The Belgian justice based the rejection of the delivery of Puig essentially on two arguments: that the Supreme Court was not competent to demand the delivery and judge a former Catalan councilor, but that a court of that community should do so; and that there were no guarantees that the Spanish high court would respect the fundamental rights – among them, the presumption of innocence – of the pro-independence leaders.
Llarena disagrees with both, but in the 44-page letter sent to the CJEU, he pauses with special emphasis on defending his competence to act against Puigdemont, a competence that has already been analyzed and endorsed by the Supreme Court itself and the Constitutional Court.
“The criminal and procedural system of another State is not trusted if the first thing that is intended by the executing State is to question its competence to issue an instrument of cooperation based, precisely, on mutual trust and cooperation,” says Llarena , which regrets that, with this attitude, “the principle of trust in the systems of the States of the Union and of mutual recognition of their resolutions is transmuted into a principle of mistrust”.
The instructor asks the CJEU nine specific questions, including several aimed at clarifying whether the court that decides on the euro order (in this case the Belgian) can “assess and monitor” the jurisdiction of the court that issues it (the Spanish Supreme Court).
Llarena also considers that there are no “objective” reasons to suggest that Spain may violate the fundamental rights of secessionist leaders and asks the CJEU about the scope of the report prepared by the Working Group on Arbitrary Detention that warned of this possibility.
The instructor considers that the conclusions of this group (“that it is not created under any international treaty”) are not valid as a definitive argument to reject the surrender of the escaped politicians.
Once the preliminary ruling has been sent and after requesting the reactivation of the Euroorders, the Supreme Court will remain in principle awaiting what the Belgian justice decides. Legal sources indicate that the questions raised by Llarena do not oblige Belgium to halt the processing of the arrest warrants, although it would make sense for it to do so in case the CJEU’s responses force it to modify any of its arguments.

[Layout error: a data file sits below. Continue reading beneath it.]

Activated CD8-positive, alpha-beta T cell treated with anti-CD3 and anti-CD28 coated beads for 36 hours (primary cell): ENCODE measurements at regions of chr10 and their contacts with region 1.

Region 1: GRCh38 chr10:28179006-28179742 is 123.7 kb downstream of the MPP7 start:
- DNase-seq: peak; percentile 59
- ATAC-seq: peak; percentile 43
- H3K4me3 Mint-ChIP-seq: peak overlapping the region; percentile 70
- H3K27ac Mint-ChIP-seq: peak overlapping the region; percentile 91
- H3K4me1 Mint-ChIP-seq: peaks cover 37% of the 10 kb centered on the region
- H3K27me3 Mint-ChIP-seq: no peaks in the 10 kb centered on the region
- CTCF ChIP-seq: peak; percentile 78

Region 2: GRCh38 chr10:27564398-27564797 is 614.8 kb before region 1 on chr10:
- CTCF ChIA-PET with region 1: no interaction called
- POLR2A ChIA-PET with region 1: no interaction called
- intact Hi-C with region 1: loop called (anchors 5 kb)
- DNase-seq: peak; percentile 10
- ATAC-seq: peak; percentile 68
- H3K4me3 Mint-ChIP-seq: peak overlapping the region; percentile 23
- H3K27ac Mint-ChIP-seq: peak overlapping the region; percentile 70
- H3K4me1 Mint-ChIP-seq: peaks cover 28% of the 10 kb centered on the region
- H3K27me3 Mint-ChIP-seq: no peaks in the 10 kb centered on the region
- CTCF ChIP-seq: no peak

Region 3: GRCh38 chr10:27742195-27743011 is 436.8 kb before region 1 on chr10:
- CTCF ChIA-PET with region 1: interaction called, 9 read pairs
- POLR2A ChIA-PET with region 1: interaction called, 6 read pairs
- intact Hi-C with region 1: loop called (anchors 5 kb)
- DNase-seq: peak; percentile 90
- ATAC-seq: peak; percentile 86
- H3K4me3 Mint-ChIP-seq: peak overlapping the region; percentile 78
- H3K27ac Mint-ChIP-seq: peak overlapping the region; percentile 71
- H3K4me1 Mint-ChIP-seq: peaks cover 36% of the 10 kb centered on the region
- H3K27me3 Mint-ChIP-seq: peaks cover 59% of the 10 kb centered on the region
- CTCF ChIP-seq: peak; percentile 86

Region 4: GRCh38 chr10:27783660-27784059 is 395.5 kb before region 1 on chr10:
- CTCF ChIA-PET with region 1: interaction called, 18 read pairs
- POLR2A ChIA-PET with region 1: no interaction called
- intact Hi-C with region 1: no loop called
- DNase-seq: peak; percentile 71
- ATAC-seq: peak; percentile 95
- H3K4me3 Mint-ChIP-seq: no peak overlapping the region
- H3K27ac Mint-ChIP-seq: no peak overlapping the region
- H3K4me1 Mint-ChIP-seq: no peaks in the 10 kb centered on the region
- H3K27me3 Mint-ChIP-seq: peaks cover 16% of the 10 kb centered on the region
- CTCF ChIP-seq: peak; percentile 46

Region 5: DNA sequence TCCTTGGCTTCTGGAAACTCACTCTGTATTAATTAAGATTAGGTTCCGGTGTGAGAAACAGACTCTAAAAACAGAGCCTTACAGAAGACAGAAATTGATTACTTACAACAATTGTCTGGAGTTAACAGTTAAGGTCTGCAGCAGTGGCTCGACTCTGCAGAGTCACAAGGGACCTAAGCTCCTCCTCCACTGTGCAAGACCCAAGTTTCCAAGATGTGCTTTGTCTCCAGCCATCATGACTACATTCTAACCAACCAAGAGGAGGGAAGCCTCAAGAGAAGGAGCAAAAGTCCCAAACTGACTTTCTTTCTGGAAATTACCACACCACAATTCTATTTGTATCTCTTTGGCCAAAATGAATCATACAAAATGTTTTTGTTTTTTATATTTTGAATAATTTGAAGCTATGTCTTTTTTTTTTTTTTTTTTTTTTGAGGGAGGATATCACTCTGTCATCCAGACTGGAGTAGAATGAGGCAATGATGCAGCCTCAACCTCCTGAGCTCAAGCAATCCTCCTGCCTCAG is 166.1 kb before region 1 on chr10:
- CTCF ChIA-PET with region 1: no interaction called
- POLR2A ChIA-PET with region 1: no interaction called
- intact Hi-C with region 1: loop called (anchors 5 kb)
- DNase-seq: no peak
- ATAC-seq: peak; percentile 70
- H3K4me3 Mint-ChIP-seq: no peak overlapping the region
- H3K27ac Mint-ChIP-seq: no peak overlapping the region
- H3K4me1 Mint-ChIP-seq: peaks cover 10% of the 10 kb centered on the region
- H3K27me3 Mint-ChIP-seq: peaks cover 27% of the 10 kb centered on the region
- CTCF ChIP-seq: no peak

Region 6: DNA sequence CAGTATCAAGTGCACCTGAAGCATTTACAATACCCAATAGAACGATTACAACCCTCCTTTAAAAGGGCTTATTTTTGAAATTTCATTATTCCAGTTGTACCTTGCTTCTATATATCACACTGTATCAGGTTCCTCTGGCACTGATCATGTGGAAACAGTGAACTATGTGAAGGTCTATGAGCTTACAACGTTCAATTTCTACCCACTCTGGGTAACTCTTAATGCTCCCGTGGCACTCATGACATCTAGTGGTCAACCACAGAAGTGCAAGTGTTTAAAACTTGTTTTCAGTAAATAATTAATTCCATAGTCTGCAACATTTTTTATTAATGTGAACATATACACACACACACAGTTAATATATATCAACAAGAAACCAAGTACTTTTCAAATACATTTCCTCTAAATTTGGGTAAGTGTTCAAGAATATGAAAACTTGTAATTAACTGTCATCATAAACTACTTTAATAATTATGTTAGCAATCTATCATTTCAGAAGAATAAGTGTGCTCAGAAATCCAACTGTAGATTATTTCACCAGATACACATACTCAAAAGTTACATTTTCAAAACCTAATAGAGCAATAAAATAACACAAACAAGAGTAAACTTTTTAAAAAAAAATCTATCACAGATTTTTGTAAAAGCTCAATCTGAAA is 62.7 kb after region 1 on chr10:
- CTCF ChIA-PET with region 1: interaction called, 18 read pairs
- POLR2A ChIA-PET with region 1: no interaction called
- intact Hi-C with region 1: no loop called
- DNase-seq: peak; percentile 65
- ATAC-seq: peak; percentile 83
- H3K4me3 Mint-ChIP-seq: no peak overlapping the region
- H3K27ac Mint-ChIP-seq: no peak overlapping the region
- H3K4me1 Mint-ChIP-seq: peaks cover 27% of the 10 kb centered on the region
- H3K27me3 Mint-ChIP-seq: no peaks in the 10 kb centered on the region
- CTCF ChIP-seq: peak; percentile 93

If Belgium goes ahead without waiting for the European court and denies the surrender of the former president and the former councilors, Llarena would have the possibility of trying to launch a new Euroorder when the EU answers if their answers are favorable to the thesis of the Spanish magistrate.
The instructor of the cause of the procés is already preparing for this possibility in the last question of the letter sent this Tuesday, in which he questions the court about whether European law would protect the issuance of a new Euro order against the same person and before the same country who has already rejected a previous one.
The end of Puigdemont’s European immunity provoked mixed reactions in Spanish politics. The most forceful was the ERC parliamentary spokesman, Gabriel Rufián, who reproached the PSOE for his vote in favor of lifting the shield of the MEPs. “If they continue like this, they will end up celebrating it in their homes, and not in La Moncloa,” he warned.
The socialist spokesperson, Adriana Lastra, tried to remove the iron from the ERC notice and interpreted it in a Catalan post-electoral key due to the “complex moment” of negotiation for the formation of the Government. PP and Citizens celebrated the resolution of the European Parliament and charged United Podemos for voting against it.